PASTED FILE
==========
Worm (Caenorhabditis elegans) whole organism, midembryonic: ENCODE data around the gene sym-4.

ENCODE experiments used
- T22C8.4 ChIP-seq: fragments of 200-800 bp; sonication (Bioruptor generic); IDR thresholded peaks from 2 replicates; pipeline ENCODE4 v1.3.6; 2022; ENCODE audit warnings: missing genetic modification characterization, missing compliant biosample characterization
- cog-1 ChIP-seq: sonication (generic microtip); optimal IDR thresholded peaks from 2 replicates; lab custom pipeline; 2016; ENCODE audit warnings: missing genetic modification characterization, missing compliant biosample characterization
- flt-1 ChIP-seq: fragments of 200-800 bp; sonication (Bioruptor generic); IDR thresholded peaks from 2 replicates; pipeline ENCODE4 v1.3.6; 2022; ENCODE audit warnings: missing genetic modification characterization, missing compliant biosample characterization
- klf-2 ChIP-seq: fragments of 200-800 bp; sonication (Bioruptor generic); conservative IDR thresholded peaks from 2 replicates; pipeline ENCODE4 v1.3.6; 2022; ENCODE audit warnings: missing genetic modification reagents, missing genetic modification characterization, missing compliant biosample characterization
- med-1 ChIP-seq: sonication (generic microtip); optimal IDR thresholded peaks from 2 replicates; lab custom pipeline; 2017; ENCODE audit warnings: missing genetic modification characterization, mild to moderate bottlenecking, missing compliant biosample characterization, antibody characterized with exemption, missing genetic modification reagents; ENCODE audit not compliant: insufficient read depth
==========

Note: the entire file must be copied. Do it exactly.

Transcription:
Worm (Caenorhabditis elegans) whole organism, midembryonic: ENCODE data around the gene sym-4.

ENCODE experiments used
- T22C8.4 ChIP-seq: fragments of 200-800 bp; sonication (Bioruptor generic); IDR thresholded peaks from 2 replicates; pipeline ENCODE4 v1.3.6; 2022; ENCODE audit warnings: missing genetic modification characterization, missing compliant biosample characterization
- cog-1 ChIP-seq: sonication (generic microtip); optimal IDR thresholded peaks from 2 replicates; lab custom pipeline; 2016; ENCODE audit warnings: missing genetic modification characterization, missing compliant biosample characterization
- flt-1 ChIP-seq: fragments of 200-800 bp; sonication (Bioruptor generic); IDR thresholded peaks from 2 replicates; pipeline ENCODE4 v1.3.6; 2022; ENCODE audit warnings: missing genetic modification characterization, missing compliant biosample characterization
- klf-2 ChIP-seq: fragments of 200-800 bp; sonication (Bioruptor generic); conservative IDR thresholded peaks from 2 replicates; pipeline ENCODE4 v1.3.6; 2022; ENCODE audit warnings: missing genetic modification reagents, missing genetic modification characterization, missing compliant biosample characterization
- med-1 ChIP-seq: sonication (generic microtip); optimal IDR thresholded peaks from 2 replicates; lab custom pipeline; 2017; ENCODE audit warnings: missing genetic modification characterization, mild to moderate bottlenecking, missing compliant biosample characterization, antibody characterized with exemption, missing genetic modification reagents; ENCODE audit not compliant: insufficient read depth